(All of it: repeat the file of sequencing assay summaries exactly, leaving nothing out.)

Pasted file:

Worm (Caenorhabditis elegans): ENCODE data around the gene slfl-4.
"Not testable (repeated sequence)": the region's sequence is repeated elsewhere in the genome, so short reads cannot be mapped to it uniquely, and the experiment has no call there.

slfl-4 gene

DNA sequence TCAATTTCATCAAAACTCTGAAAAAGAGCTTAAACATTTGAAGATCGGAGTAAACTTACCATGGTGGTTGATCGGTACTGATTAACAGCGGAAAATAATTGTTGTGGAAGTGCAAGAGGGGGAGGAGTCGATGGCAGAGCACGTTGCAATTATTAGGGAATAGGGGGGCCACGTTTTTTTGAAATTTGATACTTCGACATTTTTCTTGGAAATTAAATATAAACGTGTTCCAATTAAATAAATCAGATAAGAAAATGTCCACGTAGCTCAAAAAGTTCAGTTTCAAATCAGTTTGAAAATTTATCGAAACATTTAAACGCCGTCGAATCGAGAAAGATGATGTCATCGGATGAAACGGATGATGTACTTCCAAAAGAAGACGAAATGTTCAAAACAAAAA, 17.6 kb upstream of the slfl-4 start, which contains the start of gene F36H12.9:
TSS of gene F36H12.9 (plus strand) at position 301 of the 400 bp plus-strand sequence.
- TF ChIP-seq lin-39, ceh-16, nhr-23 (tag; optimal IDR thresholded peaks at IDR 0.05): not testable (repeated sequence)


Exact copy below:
Worm (Caenorhabditis elegans): ENCODE data around the gene slfl-4.
"Not testable (repeated sequence)": the region's sequence is repeated elsewhere in the genome, so short reads cannot be mapped to it uniquely, and the experiment has no call there.

slfl-4 gene

DNA sequence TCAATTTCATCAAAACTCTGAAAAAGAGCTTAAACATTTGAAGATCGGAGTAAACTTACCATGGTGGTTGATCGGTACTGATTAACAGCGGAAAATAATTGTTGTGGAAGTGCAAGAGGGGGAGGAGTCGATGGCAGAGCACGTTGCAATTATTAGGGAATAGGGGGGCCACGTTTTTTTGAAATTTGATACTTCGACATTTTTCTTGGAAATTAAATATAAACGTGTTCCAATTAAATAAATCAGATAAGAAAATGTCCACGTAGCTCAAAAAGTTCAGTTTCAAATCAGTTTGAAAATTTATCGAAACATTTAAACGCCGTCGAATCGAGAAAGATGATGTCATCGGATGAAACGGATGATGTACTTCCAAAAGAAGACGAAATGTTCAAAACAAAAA, 17.6 kb upstream of the slfl-4 start, which contains the start of gene F36H12.9:
TSS of gene F36H12.9 (plus strand) at position 301 of the 400 bp plus-strand sequence.
- TF ChIP-seq lin-39, ceh-16, nhr-23 (tag; optimal IDR thresholded peaks at IDR 0.05): not testable (repeated sequence)